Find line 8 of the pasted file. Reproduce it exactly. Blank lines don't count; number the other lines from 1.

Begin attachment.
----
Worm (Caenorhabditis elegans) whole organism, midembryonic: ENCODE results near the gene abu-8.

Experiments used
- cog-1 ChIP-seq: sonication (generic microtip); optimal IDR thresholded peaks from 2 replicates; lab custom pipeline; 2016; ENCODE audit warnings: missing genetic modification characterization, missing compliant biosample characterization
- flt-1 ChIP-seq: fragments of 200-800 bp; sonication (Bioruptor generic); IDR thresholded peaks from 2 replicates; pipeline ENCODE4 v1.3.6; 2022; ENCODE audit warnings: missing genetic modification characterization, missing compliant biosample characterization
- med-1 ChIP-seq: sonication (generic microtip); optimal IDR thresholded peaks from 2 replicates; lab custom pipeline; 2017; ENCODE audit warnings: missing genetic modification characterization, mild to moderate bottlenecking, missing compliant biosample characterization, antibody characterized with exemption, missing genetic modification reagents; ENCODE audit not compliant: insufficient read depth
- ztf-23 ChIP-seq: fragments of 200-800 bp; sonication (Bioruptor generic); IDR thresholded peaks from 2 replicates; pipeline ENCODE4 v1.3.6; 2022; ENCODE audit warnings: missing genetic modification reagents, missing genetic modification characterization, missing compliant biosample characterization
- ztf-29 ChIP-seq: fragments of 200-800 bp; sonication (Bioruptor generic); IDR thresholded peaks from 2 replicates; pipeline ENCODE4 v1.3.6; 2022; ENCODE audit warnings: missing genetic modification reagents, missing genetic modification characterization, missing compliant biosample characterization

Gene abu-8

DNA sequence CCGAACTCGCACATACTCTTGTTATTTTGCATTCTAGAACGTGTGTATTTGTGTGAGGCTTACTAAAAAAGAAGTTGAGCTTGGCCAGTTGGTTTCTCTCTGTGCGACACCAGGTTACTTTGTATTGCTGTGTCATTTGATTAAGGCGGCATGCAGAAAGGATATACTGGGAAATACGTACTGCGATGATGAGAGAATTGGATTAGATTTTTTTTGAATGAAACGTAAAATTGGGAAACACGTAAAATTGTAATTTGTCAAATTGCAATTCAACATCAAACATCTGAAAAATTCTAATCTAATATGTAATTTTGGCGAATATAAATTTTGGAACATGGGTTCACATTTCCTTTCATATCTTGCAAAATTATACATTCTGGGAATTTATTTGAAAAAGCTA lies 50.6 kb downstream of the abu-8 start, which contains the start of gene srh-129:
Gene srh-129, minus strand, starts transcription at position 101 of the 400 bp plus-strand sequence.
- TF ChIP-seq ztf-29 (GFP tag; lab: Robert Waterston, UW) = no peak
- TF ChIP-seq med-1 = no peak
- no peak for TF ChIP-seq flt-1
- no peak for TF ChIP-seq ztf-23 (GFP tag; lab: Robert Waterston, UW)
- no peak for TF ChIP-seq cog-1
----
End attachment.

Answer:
Gene abu-8